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Killer Queen: Ballet Preljocaj takes the stage at QPAC

Killer Queen: Ballet Preljocaj takes the stage at QPAC

| On 04, Sep 2016

French ballet company Ballet Preljocaj’s much-celebrated take on Snow White opened in Brisbane on Friday night, but did it pack as much bite as promised?

It’s been hard to escape the piercing glare of the evil queen since the show’s announcement in April. Its debut is, so far, exclusive to Brisbane as part of QPAC’s International Series, which is no mean feat when in competition with Melbourne and Sydney. The wicked stepmother as the face of the show, resplendent in high-end Jean-Paul Gautier fetishwear, displays the company’s decision to take the show in a sexier, more sinister direction, truer to the Brothers Grimm original, and tackling themes of jealousy, narcissism and the loss of innocence.




The show opens to a hushed and expectant Lyric Theatre, having styled themselves, as requested, in blanche, rouge and noir for the evening. I suspect many are seeing their first ballet ever tonight. We see Snow White’s heavily pregnant mother dance her final steps across a dark, stripped-back stage, fog machines full blast, her newborn daughter taken from her by her husband as she slips into death. This is one of the show’s darker, more poignant glimpses into the tale – but it will be the last for a while. The ensemble launches itself into a charming and well-organised but bafflingly long court scene, set to Mahler and accompanied by the Queensland Symphony Orchestra. Many of the cast dance barefoot – a bold move demonstrating the collective skill of the company, though the squeaks and scrapes across the stage felt more grating than raw from where we sat. The pacing begins to feel odd, with nearly half the show playing out before the queen shows up – even Disney skips to the drama quicker than this, and I feel myself threatening to slip into an enchanted sleep of my own.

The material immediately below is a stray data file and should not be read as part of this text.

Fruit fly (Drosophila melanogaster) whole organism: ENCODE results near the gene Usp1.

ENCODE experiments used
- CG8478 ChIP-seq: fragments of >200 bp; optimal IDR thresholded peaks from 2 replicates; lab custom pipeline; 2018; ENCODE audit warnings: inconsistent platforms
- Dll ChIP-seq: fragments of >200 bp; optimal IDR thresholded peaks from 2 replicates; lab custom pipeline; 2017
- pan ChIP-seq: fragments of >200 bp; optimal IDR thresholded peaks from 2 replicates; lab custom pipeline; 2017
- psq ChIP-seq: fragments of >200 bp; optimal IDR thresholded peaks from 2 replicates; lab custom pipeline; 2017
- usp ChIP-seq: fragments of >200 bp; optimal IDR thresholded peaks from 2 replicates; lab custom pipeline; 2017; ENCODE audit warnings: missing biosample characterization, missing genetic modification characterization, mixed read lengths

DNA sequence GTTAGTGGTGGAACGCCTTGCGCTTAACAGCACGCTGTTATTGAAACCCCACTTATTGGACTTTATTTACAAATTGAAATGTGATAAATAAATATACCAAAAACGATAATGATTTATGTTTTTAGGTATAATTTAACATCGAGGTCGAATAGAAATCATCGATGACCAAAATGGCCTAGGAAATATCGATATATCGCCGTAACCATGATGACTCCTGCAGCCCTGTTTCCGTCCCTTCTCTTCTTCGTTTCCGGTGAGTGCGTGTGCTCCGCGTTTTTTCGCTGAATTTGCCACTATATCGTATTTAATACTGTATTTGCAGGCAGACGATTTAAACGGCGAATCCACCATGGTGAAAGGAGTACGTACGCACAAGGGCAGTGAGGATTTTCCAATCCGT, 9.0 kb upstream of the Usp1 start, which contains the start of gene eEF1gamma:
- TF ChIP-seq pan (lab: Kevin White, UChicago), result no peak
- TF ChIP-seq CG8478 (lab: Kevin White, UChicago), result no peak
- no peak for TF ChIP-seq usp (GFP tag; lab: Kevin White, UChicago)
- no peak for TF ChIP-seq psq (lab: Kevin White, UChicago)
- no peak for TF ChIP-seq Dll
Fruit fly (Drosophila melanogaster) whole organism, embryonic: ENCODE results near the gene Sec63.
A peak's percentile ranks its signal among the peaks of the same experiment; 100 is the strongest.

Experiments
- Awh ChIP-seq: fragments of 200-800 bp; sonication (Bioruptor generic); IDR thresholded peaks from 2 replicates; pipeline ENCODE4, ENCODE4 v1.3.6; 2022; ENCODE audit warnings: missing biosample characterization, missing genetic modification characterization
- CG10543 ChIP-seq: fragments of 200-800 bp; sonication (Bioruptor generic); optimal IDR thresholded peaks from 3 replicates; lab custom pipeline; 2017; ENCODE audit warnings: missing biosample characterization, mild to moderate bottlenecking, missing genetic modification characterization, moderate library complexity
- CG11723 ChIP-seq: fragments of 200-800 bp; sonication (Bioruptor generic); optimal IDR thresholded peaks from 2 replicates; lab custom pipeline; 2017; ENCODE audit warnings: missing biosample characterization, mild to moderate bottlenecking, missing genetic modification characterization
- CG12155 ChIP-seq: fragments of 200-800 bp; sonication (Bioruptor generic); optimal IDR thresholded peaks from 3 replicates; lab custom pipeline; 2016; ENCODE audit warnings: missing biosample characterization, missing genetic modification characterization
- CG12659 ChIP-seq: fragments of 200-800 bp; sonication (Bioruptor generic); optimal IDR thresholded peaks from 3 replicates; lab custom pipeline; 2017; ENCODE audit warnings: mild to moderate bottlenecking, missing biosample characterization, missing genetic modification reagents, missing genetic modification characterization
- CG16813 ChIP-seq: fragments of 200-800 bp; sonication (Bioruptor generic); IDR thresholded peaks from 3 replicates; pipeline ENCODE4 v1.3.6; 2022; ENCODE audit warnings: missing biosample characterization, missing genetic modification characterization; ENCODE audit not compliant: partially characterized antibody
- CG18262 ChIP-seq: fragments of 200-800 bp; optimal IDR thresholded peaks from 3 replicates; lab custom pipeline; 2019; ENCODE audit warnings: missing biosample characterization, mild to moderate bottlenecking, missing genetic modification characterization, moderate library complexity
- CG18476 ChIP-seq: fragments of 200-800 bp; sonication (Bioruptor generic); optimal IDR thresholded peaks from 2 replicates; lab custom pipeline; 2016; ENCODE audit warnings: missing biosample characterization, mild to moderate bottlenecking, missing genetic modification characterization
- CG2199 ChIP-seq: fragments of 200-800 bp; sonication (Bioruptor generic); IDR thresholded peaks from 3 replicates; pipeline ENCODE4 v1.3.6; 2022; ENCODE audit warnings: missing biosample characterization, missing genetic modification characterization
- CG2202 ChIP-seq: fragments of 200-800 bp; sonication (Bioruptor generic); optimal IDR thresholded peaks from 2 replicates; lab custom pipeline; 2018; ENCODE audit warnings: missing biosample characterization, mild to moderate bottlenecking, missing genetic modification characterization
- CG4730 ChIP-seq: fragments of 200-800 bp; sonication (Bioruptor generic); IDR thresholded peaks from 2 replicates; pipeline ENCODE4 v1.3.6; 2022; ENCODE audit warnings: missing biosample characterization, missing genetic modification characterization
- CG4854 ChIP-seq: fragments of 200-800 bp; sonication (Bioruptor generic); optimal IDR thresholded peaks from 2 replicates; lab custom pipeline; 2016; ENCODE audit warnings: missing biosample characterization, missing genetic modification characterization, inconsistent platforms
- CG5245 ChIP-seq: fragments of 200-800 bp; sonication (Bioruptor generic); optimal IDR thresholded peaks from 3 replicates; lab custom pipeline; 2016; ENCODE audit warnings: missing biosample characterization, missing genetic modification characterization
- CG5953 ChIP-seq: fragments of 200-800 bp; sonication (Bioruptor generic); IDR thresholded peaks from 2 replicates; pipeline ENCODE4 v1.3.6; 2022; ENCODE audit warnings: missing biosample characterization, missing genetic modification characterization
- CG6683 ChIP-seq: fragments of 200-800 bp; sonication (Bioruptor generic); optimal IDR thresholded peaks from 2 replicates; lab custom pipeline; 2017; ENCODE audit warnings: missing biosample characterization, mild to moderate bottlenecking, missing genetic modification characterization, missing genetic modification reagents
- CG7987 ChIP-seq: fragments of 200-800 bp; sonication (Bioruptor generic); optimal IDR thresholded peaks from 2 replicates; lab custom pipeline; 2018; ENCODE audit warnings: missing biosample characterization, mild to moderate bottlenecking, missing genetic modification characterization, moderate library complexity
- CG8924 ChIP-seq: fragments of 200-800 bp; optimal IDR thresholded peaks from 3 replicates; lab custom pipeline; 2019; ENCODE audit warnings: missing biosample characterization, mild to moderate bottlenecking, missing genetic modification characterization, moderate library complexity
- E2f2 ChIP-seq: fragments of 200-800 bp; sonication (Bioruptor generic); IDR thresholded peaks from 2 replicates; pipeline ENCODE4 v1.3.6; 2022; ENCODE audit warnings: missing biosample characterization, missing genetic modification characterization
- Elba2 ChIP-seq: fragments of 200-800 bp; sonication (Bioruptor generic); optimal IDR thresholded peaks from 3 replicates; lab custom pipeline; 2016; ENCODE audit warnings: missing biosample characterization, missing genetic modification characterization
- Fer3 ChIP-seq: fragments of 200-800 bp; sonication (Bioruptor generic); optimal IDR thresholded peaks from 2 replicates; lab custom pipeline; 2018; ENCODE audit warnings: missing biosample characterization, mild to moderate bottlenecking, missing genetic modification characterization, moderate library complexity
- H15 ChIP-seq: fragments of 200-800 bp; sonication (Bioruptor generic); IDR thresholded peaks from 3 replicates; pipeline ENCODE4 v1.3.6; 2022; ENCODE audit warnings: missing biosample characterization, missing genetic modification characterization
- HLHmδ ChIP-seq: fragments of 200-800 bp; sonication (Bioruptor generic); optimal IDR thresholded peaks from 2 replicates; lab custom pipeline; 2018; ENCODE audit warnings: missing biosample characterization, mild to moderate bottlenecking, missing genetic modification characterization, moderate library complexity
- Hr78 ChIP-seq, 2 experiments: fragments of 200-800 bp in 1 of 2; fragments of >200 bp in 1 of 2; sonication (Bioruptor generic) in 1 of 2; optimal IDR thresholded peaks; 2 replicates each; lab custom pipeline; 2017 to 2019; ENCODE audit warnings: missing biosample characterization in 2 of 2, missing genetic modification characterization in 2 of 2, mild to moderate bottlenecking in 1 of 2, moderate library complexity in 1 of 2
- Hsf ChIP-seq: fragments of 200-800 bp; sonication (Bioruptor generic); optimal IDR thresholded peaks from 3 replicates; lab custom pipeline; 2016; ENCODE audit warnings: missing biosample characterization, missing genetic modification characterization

It’s a welcome relief when she does arrive, breaking up the reverie of the court function, flanked by her two slinky, cheeky cats (wearing what look suspiciously like fetish gags). She kicks and twists and pouts, and one man repeatedly faints at her entrance. She’s living the dream. She is #goals. More unpacking of her character and relationship with the King would’ve been very welcome throughout the show, given how heavily she’s relied upon throughout the show’s marketing.

The all-essential mirror’s a fun illusion I haven’t yet been able to wrap my head around – is there a camera, are there dancers behind it? Whatever the trick, getting lost in the magic was a welcome escape. The audience was very receptive to even the briefest flash of comic relief – the Queen’s cats were an inspired touch, often providing a welcome reprieve to the drama.




The characterisation of Snow White herself is refreshing – she is, as artistic director and company founder Angelin Preljocaj intended, not just a housewife for the dwarves, but a young girl on a journey into adulthood – clad in a high-cut cloth leotard (though the hoop-skirted wedding gown she wears for her final scene is almost comically ill-designed for dancing) and finding a balance between innocence and sexual awakening.

The archaic and damaging concept of the kiss that breaks the spell has been transformed into something more concrete and meaningful, too, as Snow White’s Prince (already known to her), takes her in his arms for a grief-stricken pas de deux with her lifeless form.


This is a show that promised a lot, and though not everything delivers, there are some ground-breaking, heart-stopping moments in this 100-minute show. Hopefully Ballet Preljocaj’s celebrated visit, and its already-warm reception will cement Brisbane, and QPAC’s place on the international stage as a host for risky productions like this.


What: Ballet Preljoac’s Snow White
Where: Lyric Theatre, QPAC
When: 2 – 11 September 2016
Cost: $69 -  $149
More Info: Book tickets online

Images: Yang Wang